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love so you feel confident, centered and on track in each area of your life. Her holistic trainings have been featured on ABC, NBC and FOX and awarded as one of America’s Premier experts in self-care. Her message is “YOU are your greatest asset.” • Finding Your Wings: 3 Tactics to Overcome Your Fear of Starting a Business by Danielle Tate, Author of Elegant Entrepreneur: Through additional sponsorships by The Gathering Place, Carleson Services Drywall & Paint and Encore Events, national speaker, Danielle Tate, is also presenting. Danielle is the founder of a multi-million dollar company and the successful author of Elegant Entrepreneur. Danielle will present Finding Your Wings: 3 Tactics to Overcome Your Fear of Starting a Business. • Don’t Let Your Dreams Die, Be Who You Are by Hillary Saffran of My Biz Mama: Hillary Saffran is a career fulfillment coach and owner of www.Mybizmama.com. She is a firm believer that making a living should not be one of mere survival, but a way to feel greatly rewarded by helping others while using your talents and passions. She also is an author, speaker and entertainer, and is delighted to share her presentation again this year in the popular Lip Gloss & Leadership Summit. • Flowers for Full Bloom Living by Misty VanderWeele, All Dahlia’d Up: Misty VanderWeele, is a farmer florist and flower intuitive at All Dahlia’d Up Flower Farm. She, along with the help of her friends and family, grows cut flowers on a little over 1/8 of an acre in Palmer. Since the opening of ADU in 2014, Misty now knows there really is such a thing as flower power. She has come to learn and experience firsthand that flowers have meaning and contain intimate healing messages for us to live a full bloom life. Her mission is simple: to bloom and share the miracle and vibrancy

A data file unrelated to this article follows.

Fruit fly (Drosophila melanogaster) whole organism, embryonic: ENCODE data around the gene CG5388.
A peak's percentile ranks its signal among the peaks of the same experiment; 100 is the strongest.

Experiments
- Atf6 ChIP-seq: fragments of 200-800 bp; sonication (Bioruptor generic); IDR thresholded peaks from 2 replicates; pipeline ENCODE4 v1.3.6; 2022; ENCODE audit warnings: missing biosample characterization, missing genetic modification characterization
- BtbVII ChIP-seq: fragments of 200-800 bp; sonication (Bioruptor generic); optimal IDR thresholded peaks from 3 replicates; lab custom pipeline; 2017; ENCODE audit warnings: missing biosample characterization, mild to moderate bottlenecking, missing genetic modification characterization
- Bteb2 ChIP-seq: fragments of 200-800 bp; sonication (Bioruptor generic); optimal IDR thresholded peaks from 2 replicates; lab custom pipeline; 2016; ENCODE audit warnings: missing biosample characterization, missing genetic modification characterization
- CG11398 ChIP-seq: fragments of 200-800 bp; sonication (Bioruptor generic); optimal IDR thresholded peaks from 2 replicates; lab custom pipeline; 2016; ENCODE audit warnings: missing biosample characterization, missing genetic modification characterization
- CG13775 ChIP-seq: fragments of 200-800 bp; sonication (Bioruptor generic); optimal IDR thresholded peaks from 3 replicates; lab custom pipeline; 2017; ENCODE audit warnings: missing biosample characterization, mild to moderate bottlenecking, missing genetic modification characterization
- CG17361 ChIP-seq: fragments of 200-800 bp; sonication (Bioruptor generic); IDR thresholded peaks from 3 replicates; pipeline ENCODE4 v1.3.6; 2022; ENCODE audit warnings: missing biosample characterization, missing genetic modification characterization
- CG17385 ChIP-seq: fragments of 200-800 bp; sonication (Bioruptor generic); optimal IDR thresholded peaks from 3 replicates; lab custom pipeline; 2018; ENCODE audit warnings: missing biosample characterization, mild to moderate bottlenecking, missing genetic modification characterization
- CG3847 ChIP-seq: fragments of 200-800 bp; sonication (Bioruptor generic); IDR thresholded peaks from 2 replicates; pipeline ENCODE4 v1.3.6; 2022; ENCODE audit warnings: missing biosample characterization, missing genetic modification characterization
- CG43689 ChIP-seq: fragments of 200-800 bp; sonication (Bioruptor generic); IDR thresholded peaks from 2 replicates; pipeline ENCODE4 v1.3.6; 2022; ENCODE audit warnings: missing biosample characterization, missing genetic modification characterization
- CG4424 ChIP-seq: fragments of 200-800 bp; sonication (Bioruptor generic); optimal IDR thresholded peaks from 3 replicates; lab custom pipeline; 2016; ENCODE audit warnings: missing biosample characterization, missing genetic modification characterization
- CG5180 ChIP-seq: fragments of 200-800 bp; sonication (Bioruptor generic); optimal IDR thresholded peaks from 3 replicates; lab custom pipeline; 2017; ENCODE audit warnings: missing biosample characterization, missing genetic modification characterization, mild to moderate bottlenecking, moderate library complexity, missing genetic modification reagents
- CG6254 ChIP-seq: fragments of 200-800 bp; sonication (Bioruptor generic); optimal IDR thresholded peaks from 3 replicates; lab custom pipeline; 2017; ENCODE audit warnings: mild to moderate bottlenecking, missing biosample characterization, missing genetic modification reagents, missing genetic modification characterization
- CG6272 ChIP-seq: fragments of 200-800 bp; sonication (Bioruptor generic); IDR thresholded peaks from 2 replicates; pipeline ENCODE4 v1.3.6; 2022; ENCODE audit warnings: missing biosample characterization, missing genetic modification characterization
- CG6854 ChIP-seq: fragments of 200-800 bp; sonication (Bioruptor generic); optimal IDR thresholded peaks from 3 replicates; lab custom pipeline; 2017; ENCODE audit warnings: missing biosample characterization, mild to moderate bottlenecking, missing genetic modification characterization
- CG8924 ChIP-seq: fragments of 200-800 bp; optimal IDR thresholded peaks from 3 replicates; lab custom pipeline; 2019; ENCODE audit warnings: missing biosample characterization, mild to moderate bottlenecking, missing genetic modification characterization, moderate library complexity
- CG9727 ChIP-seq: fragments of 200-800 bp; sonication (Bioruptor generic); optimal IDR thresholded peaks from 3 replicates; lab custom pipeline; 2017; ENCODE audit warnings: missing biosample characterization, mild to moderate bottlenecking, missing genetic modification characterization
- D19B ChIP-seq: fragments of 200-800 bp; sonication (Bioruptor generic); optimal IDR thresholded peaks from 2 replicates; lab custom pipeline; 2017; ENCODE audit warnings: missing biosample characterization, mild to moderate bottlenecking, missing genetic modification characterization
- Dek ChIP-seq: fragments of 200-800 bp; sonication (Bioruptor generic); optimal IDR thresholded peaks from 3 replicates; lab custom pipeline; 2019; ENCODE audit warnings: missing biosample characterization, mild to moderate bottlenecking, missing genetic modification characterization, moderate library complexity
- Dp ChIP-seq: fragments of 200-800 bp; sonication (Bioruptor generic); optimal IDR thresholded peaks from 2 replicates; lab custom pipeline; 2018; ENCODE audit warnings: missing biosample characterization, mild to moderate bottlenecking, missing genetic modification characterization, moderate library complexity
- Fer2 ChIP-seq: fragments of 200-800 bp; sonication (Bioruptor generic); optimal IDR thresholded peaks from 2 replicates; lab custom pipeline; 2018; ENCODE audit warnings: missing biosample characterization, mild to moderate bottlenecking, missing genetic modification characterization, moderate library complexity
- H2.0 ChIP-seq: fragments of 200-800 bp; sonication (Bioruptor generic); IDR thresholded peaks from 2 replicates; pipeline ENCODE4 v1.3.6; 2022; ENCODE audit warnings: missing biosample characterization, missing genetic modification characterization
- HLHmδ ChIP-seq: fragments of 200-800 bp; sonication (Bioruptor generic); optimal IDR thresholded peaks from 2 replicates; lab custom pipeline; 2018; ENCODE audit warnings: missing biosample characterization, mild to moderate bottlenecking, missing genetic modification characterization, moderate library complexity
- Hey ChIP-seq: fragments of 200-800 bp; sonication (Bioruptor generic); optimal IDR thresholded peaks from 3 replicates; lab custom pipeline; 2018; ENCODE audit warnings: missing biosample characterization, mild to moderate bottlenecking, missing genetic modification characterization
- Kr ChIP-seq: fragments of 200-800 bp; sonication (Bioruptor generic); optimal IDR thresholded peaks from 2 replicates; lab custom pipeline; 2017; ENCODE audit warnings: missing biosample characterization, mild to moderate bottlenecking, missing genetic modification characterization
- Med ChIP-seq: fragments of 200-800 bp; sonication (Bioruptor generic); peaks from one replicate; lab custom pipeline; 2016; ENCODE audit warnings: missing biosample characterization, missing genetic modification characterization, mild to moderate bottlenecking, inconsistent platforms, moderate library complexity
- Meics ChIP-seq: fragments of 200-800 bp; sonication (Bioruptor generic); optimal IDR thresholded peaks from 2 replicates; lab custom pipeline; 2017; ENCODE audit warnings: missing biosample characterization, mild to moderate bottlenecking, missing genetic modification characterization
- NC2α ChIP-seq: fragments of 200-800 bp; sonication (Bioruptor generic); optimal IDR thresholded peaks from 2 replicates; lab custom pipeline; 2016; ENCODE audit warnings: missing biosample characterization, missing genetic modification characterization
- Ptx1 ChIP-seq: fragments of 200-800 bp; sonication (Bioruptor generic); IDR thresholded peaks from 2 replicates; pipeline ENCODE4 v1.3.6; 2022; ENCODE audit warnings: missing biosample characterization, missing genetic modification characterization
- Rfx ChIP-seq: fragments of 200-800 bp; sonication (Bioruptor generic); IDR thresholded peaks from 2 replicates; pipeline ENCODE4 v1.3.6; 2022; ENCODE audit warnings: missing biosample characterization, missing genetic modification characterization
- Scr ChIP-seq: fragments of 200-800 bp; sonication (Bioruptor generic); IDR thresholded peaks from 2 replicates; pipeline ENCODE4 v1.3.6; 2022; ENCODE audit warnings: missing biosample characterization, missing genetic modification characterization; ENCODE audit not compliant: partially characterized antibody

of life one flower at a time. And she believes that flowers are always a good idea - especially locally-grown Alaska flowers. • A Mother’s Meditations: Teachings of the Heart by Shelly Jacobs, Local Author: Shelly has been living, working and loving here in the Valley for over 20 years. She has a master’s degree in psychology, and works as a practicing psychotherapist and an adjunct professor at Mat Su College. Shelly is a long-time practitioner of Vipassana Meditation. She is happily and meaningfully married to her husband, Michael, and is the mother of two beautiful boys and two slightly neurotic dogs. • Let’s Talk: Living a Vision Life by Tracy Roesch (Alaska Tracy): Better known as Alaska Tracy, Tracy thrives off inspiring others and helping them grow individually and as a business; helping bring in the growth and profit of their dreams. Through web tools, she coaches, consults and teaches workshops on vision boarding. Twenty plus years of marketing and business ownership, overcoming obstacles, challenges and accomplishment developed the roots that ground her today. She is her best self when learning new material, meeting others and working hard for success; then raising the bar. • The Colors of Transformation by Winona Benson, Nourished Health Coaching Services: Winona Benson is a nutrition educator and health coach. Winona holds certifications in plant-based nutrition, cooking, exercise and nutrition education and nearly a decade of experience. Winona teaches how to incorporate healthy foods, affordable cooking and general nutrition. Her expertise helps empower people to make changes in their daily routines. Her love for energized living, wholesome foods and pursuit of balance and harmony helps others make small changes in health and lifestyle that last a lifetime! Follow event updates on Facebook!